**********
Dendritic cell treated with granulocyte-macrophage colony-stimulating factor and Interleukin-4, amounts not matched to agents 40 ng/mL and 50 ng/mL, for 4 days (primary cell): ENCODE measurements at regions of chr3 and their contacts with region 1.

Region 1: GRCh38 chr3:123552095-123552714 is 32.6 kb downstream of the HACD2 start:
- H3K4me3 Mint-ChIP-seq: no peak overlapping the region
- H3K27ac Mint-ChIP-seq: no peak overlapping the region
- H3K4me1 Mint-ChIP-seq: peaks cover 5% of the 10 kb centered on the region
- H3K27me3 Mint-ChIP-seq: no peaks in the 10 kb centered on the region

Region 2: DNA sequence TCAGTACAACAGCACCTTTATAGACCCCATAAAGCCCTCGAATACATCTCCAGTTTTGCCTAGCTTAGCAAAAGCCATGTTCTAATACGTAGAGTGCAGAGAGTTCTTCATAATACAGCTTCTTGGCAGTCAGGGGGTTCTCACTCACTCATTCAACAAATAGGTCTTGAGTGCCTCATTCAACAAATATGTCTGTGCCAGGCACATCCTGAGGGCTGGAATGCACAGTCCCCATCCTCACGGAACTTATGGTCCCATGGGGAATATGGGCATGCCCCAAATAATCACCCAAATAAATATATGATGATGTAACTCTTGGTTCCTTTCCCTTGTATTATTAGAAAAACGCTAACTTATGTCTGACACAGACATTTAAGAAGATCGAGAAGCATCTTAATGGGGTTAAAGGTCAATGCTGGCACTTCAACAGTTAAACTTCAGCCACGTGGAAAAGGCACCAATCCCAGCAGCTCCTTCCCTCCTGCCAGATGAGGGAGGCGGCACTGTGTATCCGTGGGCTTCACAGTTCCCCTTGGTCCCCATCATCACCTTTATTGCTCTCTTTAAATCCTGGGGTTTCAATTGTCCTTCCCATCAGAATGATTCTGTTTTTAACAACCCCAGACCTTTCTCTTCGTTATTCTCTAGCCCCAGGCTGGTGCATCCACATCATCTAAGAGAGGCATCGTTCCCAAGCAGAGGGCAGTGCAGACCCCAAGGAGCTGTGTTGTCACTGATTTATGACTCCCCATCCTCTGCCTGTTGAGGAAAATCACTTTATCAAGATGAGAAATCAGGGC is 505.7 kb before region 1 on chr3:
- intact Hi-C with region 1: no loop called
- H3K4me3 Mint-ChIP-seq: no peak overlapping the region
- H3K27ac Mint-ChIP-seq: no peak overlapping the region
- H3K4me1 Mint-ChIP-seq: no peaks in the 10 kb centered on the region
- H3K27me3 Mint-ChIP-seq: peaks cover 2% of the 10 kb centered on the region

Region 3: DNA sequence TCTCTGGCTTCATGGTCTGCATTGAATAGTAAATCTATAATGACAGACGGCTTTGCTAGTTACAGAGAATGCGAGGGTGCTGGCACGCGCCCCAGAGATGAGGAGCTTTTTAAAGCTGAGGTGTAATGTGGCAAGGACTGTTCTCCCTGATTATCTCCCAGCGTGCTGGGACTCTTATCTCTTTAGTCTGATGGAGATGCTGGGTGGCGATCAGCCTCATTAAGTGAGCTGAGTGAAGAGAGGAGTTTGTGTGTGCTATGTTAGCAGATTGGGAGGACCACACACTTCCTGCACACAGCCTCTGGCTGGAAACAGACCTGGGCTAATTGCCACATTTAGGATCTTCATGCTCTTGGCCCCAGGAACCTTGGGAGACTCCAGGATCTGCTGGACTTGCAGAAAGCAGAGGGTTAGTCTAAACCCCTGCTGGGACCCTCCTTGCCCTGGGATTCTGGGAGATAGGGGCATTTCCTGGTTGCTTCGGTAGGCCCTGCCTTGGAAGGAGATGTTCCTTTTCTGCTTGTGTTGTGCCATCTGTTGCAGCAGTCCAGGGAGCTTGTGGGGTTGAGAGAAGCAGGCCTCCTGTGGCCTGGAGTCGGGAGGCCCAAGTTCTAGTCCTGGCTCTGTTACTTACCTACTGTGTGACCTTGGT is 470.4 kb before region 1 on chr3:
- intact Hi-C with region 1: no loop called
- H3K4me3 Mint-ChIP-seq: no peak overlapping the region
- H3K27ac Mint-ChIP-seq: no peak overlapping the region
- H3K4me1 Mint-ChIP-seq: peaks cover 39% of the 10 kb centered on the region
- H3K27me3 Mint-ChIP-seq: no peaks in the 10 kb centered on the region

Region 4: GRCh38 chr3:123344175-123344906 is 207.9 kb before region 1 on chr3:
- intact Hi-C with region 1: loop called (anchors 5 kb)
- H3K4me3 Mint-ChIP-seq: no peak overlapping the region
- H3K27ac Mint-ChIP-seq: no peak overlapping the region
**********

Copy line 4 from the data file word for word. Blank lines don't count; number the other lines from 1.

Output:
- H3K27ac Mint-ChIP-seq: no peak overlapping the region